Evil Villain Motivation (EVM)

Evil Villan Motivation

I have come to a point in book two that I wasn’t expecting – my EVM is out of whack. Up until now, the story had been flowing quite nicely, everything was joining up as it should, and there were no serious deviations from the plan. Then along comes this really cool sub-plot that took the story to the next level and gave me an excuse to come up with a whole new part of the world – and with that breakthrough, I opened a whole can of worms (evil ones with fangs).

Up until now, the plan was that the journey that Josh was taking and the places he needed to go to put things right were challenges enough. I didn’t need to focus on the bad guys, unlike book one, the things he needed to overcome were all environmental.

How wrong could I be.

I’m sure there’s a writing rule somewhere that states that for every hero there should be a villain, it’s the basic yin-yang of storytelling. I don’t quite know how I could have thought I could get away without one – after all, I have a few to chose from in book one.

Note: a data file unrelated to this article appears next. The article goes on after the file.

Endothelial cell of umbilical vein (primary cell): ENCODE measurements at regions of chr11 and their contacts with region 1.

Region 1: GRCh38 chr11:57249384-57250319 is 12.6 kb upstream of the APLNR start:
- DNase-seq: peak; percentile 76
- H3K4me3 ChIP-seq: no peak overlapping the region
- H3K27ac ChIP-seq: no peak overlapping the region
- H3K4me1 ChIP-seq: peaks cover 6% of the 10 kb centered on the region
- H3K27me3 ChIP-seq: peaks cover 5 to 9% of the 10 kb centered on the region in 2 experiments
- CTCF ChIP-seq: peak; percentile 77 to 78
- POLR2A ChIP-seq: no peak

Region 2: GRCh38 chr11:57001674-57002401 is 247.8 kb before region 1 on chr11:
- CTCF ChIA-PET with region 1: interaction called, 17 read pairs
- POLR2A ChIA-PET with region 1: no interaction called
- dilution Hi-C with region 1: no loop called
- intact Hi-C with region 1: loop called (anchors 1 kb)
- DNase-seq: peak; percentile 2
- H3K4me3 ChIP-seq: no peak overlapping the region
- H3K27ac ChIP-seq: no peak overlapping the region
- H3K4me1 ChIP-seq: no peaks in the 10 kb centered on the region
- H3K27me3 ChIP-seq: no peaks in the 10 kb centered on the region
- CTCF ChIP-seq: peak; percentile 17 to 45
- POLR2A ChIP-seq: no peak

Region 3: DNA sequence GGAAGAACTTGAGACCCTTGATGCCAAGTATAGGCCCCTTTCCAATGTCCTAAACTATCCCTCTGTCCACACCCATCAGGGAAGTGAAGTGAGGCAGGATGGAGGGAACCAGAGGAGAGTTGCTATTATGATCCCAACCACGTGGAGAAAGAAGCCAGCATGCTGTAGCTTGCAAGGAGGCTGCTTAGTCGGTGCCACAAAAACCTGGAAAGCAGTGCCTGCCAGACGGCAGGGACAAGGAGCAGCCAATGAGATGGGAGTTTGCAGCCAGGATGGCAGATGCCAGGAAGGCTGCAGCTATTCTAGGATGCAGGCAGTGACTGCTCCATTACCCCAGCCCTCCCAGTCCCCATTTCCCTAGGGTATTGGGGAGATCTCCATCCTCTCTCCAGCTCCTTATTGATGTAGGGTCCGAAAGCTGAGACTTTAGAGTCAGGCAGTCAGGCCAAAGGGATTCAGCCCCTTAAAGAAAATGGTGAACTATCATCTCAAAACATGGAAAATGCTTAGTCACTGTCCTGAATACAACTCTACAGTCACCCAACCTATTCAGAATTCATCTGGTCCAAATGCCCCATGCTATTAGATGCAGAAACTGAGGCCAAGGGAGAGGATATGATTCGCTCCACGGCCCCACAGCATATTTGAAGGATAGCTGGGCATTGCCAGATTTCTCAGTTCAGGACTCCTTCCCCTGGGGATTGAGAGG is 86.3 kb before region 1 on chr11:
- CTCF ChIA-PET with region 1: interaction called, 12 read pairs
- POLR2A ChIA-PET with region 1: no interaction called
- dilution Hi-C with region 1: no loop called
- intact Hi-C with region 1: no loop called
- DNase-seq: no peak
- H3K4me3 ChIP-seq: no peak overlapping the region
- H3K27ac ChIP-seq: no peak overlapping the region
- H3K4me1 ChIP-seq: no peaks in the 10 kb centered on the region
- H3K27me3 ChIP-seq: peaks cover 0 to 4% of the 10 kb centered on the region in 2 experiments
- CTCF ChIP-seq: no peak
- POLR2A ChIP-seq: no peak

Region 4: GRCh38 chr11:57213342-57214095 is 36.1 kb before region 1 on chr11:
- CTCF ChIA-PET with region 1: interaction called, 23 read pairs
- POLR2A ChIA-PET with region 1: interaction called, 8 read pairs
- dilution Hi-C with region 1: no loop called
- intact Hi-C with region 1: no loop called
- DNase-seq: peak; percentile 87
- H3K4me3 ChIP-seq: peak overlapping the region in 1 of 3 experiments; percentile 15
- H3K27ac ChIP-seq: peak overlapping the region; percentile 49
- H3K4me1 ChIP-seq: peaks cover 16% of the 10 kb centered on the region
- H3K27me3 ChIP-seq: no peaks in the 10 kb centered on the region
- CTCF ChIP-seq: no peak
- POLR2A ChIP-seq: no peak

Then along comes a scene that blocks Josh from moving forward entirely, no matter what I tried, it wouldn’t work without somebody actively trying to screw things up for him. Looking back now I can see the gaping hole in the plan, but that’s the beauty of the second draft…

The bad guy is never truly bad, as we all know, even Lord Vader could be turned from the dark side. They’re interesting characters to write, making them something a reader will grow to hate while keeping them real, can be very rewarding – if you know what it is they are trying to do…

And that’s where the problem lies. I know what it is that I need the guy to do… I just don’t know why he needs to do it. Megalomania springs to mind, world domination – why do people do bad things?

I’m no psychologist, but the drivers behind human behaviour are not as complex as you may have thought – a guy called Abraham Maslow came up with a theory called the ‘hierarchy of needs‘ in 1943 where he ranked the basics in a pyramid.

1. Self-actualisation (top)

The desire to accomplish everything that one can be, to realise one’s goals and dreams.

2. Esteem

To have the respect of others – to be accepted

3. Love/Belonging

Friendships, intimacy (sex) and family relationships

4. Safety

To feel safe and secure – both environmentally as well as financially and health.

5. Physiological (base)

Physical requirements for human survival – for the body to function – eating etc…

…So with this in mind, I’m going back to my EVM and looking at what is it that he truly wants to achieve, and what were the internal/external forces that could have caused him to do what I need him to do…